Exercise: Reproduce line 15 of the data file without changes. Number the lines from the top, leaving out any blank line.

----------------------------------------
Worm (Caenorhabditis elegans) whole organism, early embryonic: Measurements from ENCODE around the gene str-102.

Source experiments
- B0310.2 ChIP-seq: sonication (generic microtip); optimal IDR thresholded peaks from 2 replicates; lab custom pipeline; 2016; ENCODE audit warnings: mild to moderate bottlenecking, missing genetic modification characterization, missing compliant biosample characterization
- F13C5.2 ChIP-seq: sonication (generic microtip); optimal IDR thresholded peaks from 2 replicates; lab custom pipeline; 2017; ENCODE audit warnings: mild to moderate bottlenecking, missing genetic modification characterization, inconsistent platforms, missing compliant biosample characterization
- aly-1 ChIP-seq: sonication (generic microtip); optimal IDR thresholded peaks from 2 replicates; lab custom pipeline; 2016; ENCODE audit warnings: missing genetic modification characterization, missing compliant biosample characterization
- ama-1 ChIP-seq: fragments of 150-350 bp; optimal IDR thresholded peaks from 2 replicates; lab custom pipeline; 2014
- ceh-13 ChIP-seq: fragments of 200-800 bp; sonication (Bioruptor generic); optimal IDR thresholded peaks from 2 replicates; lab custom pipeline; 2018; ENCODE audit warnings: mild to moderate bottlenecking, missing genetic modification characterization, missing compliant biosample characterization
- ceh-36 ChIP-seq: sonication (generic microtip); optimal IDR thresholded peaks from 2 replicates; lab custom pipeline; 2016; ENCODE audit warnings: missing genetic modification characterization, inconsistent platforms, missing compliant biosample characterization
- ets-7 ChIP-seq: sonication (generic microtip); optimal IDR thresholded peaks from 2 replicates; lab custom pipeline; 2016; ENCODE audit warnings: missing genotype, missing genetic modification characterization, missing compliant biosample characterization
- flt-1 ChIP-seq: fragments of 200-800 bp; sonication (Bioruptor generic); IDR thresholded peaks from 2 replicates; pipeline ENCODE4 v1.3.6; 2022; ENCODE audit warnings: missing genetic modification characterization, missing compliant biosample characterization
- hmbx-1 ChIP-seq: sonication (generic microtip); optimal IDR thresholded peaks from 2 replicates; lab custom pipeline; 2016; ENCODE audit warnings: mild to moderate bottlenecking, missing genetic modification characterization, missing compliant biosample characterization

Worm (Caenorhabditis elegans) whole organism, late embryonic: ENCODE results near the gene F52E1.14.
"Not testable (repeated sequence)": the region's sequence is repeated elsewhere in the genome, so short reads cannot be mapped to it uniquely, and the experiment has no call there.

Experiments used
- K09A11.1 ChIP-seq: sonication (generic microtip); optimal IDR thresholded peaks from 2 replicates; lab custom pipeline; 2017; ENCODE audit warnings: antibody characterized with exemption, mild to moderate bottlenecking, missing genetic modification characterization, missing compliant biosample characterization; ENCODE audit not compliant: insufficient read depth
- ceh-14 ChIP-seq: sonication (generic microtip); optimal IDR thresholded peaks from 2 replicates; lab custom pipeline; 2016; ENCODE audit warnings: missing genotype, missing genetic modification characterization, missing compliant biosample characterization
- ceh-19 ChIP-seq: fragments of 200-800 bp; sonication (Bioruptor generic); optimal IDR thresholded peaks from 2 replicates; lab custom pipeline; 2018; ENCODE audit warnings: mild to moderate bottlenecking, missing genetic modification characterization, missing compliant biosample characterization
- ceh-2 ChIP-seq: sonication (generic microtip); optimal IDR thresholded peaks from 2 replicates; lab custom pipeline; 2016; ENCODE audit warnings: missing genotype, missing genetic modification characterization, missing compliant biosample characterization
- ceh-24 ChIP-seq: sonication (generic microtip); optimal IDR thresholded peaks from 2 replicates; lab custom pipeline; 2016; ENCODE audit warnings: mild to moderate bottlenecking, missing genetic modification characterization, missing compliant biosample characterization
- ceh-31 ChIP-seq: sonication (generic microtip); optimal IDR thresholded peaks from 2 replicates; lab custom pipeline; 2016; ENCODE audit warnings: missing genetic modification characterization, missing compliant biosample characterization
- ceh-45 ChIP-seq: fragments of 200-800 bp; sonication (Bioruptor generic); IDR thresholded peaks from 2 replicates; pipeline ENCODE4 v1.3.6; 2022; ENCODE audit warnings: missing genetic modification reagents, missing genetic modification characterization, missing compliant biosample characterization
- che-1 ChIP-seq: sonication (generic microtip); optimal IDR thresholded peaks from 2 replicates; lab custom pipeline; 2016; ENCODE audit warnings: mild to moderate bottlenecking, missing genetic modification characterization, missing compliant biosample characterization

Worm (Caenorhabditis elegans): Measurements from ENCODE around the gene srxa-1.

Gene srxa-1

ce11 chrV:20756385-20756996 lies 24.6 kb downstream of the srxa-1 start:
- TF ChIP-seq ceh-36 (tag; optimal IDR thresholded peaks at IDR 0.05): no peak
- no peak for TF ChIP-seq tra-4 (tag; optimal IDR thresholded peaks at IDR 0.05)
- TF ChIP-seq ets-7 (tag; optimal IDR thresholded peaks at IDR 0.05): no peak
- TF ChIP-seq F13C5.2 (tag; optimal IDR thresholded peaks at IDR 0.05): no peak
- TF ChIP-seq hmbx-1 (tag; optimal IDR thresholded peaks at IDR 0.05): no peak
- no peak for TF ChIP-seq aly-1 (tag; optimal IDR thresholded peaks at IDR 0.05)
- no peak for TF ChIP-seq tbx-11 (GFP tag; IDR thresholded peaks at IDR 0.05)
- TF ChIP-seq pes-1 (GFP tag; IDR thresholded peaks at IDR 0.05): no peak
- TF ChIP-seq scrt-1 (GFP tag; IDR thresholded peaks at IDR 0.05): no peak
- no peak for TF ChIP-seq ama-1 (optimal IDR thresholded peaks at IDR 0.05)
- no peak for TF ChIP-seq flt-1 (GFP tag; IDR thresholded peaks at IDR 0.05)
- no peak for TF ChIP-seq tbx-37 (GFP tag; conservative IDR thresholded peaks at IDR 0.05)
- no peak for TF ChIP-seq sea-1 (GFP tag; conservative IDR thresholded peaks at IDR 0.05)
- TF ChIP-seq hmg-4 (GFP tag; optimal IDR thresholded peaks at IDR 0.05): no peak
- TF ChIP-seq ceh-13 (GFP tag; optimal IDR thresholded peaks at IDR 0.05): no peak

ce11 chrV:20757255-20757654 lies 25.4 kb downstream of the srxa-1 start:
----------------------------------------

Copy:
- K09A11.1 ChIP-seq: sonication (generic microtip); optimal IDR thresholded peaks from 2 replicates; lab custom pipeline; 2017; ENCODE audit warnings: antibody characterized with exemption, mild to moderate bottlenecking, missing genetic modification characterization, missing compliant biosample characterization; ENCODE audit not compliant: insufficient read depth